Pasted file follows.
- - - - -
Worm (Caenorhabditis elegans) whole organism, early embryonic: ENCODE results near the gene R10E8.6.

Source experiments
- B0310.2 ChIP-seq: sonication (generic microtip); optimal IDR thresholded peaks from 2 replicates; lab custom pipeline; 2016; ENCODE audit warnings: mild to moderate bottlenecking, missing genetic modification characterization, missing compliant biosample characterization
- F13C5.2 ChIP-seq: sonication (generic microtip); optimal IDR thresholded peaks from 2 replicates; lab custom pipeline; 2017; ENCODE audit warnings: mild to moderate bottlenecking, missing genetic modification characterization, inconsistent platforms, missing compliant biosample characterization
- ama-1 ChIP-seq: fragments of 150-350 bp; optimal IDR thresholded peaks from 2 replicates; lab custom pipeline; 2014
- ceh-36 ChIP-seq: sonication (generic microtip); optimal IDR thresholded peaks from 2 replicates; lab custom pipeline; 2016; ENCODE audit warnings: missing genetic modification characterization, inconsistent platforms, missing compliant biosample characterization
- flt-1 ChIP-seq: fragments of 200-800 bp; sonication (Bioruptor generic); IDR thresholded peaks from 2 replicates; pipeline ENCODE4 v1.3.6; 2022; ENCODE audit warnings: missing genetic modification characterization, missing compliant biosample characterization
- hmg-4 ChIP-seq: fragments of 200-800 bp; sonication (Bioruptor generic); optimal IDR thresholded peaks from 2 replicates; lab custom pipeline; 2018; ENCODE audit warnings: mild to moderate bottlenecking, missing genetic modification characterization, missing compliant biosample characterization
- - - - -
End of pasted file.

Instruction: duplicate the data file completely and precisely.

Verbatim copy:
Worm (Caenorhabditis elegans) whole organism, early embryonic: ENCODE results near the gene R10E8.6.

Source experiments
- B0310.2 ChIP-seq: sonication (generic microtip); optimal IDR thresholded peaks from 2 replicates; lab custom pipeline; 2016; ENCODE audit warnings: mild to moderate bottlenecking, missing genetic modification characterization, missing compliant biosample characterization
- F13C5.2 ChIP-seq: sonication (generic microtip); optimal IDR thresholded peaks from 2 replicates; lab custom pipeline; 2017; ENCODE audit warnings: mild to moderate bottlenecking, missing genetic modification characterization, inconsistent platforms, missing compliant biosample characterization
- ama-1 ChIP-seq: fragments of 150-350 bp; optimal IDR thresholded peaks from 2 replicates; lab custom pipeline; 2014
- ceh-36 ChIP-seq: sonication (generic microtip); optimal IDR thresholded peaks from 2 replicates; lab custom pipeline; 2016; ENCODE audit warnings: missing genetic modification characterization, inconsistent platforms, missing compliant biosample characterization
- flt-1 ChIP-seq: fragments of 200-800 bp; sonication (Bioruptor generic); IDR thresholded peaks from 2 replicates; pipeline ENCODE4 v1.3.6; 2022; ENCODE audit warnings: missing genetic modification characterization, missing compliant biosample characterization
- hmg-4 ChIP-seq: fragments of 200-800 bp; sonication (Bioruptor generic); optimal IDR thresholded peaks from 2 replicates; lab custom pipeline; 2018; ENCODE audit warnings: mild to moderate bottlenecking, missing genetic modification characterization, missing compliant biosample characterization